Happy Monday, Boulder. I hope you’re well.

For today, I’m covering mushrooms and how they might aid our fight against Boulder’s overgrown forests and depleted farmland. Boulder Mushroom was awarded $100,000 from Boulder County’s Innovation Grant to see if mycelium, a mushroom’s root system, could deal with wood waste created by forest thinning projects. The fungi could accelerate the decomposition process, turning wood chips into soil that could be spread over farmland.

Also, Boulder County Commissioners voiced their support for the EPA exploring regulations on leaded aviation gasoline. Though cars can no longer have lead in their gas, planes still often do — especially small ones like those landing at Boulder County airports.

Have a good one. I’ll see you Wednesday.

— Tim, reporter

What to know today

  • Cold with snow: Much of this week will reside in the 20s. Those low temps will keep the snow falling today on the ground for some time.
  • A 97-year-old woman froze to death after being accidentally locked out of her assisted living facility: The death of Mary Jo Staub happened in February 2022 at Lavender Farms in Louisville, but her family filed a wrongful death complaint in Boulder District Court last week, CPR reported. The complaint names parent company Boulder Senior Living, the facility’s employees, and CEO Michael Schonbrun as defendants.
    • “Assisted living facilities are supposed to provide protective oversight for our elderly loved ones,” Elizabeth Hart, a lawyer with Denver-based firm Hailey Hart PLLC, which is representing Staub’s family, told CPR. “The family wants to ensure this doesn’t happen to any other member of this vulnerable population.”
  • County commissioners voice support for leaded gas regulation: The Environmental Protection Agency recently put out a finding that leaded aviation gas endangers public health. With leaded gas already phased out of cars and other vehicles, the leaded plane gas is a final holdout. Releasing this finding is the first step in potentially phasing out the gas.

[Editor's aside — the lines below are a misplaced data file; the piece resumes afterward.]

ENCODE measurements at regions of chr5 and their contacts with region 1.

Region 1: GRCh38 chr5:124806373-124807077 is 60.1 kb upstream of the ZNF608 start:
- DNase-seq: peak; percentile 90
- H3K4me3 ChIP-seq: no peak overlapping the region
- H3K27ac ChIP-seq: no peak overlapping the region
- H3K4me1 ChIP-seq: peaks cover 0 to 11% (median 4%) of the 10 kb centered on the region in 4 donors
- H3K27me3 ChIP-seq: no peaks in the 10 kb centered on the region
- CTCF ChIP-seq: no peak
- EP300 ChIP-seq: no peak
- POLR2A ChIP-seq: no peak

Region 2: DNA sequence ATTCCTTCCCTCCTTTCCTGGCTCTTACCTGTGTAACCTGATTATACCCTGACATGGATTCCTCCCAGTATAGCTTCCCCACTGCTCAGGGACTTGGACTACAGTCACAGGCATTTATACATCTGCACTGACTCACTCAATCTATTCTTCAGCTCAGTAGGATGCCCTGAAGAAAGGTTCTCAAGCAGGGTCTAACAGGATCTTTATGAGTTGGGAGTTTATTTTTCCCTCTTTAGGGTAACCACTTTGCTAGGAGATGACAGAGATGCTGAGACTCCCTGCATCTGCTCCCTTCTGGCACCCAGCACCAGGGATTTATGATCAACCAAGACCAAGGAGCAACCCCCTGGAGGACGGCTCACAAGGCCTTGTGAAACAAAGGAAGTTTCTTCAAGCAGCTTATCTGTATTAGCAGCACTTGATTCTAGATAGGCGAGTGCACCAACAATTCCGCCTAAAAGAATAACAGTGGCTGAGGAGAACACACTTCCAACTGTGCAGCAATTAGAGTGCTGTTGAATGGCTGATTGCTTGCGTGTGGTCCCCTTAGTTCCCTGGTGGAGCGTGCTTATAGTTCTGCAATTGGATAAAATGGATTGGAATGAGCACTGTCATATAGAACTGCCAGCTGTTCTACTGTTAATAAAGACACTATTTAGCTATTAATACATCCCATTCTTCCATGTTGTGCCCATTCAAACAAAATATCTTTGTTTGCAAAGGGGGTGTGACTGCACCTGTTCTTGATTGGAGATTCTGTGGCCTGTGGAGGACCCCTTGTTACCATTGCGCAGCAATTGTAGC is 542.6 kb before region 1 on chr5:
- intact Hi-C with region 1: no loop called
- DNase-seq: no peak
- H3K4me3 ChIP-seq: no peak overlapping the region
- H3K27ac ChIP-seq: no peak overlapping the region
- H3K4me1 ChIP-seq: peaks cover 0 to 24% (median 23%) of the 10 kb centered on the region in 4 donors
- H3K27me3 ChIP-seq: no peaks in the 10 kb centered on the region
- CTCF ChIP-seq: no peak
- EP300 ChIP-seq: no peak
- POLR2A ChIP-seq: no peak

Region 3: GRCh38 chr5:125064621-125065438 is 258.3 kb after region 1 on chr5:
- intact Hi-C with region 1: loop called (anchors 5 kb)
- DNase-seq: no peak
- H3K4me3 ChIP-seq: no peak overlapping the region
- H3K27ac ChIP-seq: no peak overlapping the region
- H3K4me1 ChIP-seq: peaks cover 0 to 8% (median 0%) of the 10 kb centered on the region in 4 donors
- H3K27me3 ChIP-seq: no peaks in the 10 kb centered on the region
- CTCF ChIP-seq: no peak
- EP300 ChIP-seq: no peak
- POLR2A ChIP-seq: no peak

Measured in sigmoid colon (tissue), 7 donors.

• Santa Clara County in California submitted a response to the EPA, drafted by Stanford Law School’s Environmental Law Clinic. On Jan. 17, Boulder County Commissioners voted to support the sentiment of Santa Clara and other local governments across the country in calling for regulation on the gasoline.
    • “Lead air pollution endangers public health and welfare,” said Commissioner Ashley Stolzmann. “We regularly hear from residents about air pollution from aviation and its dangerous impact on our community and specifically children’s health. Leaded aviation gas is a major source of air pollution in Boulder County and in communities across the United States.”
    • Leaded gas is used mostly in small, piston-engine aircraft that carry two to 10 people. These make up many of the planes landing and taking off from airports in and around Boulder County, including Boulder Municipal Airport. Having these planes burning lead-imbued gasoline increases the levels of lead in the air around the airports and wherever those planes fly.